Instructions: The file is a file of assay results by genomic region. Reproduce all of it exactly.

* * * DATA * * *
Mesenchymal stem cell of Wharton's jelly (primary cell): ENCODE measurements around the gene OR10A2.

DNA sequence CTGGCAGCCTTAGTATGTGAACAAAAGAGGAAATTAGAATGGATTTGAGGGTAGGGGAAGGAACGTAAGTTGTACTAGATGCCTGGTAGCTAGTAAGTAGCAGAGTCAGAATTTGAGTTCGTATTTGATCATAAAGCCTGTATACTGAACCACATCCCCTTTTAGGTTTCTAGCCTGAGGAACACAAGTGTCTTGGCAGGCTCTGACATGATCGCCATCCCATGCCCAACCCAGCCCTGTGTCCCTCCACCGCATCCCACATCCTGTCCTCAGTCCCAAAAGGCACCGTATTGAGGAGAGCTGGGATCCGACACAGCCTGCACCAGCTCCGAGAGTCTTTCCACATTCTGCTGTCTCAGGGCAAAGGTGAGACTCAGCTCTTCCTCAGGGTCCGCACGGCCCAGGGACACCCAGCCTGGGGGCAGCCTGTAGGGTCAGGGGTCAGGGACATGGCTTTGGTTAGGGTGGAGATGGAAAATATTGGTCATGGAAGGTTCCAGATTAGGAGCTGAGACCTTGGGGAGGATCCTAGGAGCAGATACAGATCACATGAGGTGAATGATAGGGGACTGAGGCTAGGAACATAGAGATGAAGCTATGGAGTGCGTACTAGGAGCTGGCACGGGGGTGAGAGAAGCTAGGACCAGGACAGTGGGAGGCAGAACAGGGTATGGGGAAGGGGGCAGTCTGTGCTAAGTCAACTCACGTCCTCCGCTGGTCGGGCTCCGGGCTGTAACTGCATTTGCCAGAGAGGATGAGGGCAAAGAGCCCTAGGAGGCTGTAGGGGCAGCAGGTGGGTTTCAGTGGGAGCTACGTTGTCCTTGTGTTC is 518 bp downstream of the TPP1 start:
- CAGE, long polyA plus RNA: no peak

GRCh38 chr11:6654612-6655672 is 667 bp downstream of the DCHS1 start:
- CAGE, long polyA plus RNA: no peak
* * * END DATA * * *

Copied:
Mesenchymal stem cell of Wharton's jelly (primary cell): ENCODE measurements around the gene OR10A2.

DNA sequence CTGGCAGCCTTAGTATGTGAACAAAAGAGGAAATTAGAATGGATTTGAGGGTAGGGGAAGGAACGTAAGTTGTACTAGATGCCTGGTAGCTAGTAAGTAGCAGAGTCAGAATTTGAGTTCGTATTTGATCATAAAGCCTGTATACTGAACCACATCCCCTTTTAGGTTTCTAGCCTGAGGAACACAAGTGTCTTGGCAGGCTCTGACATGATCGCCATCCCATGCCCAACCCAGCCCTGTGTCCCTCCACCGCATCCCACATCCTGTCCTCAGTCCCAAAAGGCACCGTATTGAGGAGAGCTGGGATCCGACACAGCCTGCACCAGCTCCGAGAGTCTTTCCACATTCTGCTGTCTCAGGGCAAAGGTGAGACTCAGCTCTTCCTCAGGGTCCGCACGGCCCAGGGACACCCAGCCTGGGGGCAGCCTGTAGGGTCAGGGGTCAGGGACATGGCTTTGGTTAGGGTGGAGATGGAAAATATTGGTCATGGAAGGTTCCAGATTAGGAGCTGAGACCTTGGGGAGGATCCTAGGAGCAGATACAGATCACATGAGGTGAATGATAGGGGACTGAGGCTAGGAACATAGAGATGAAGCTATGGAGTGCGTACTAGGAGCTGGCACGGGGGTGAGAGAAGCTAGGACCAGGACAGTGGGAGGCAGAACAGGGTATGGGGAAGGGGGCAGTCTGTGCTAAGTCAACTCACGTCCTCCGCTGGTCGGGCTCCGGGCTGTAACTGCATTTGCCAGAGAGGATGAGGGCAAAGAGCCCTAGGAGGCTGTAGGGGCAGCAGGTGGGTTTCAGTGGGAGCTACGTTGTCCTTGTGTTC is 518 bp downstream of the TPP1 start:
- CAGE, long polyA plus RNA: no peak

GRCh38 chr11:6654612-6655672 is 667 bp downstream of the DCHS1 start:
- CAGE, long polyA plus RNA: no peak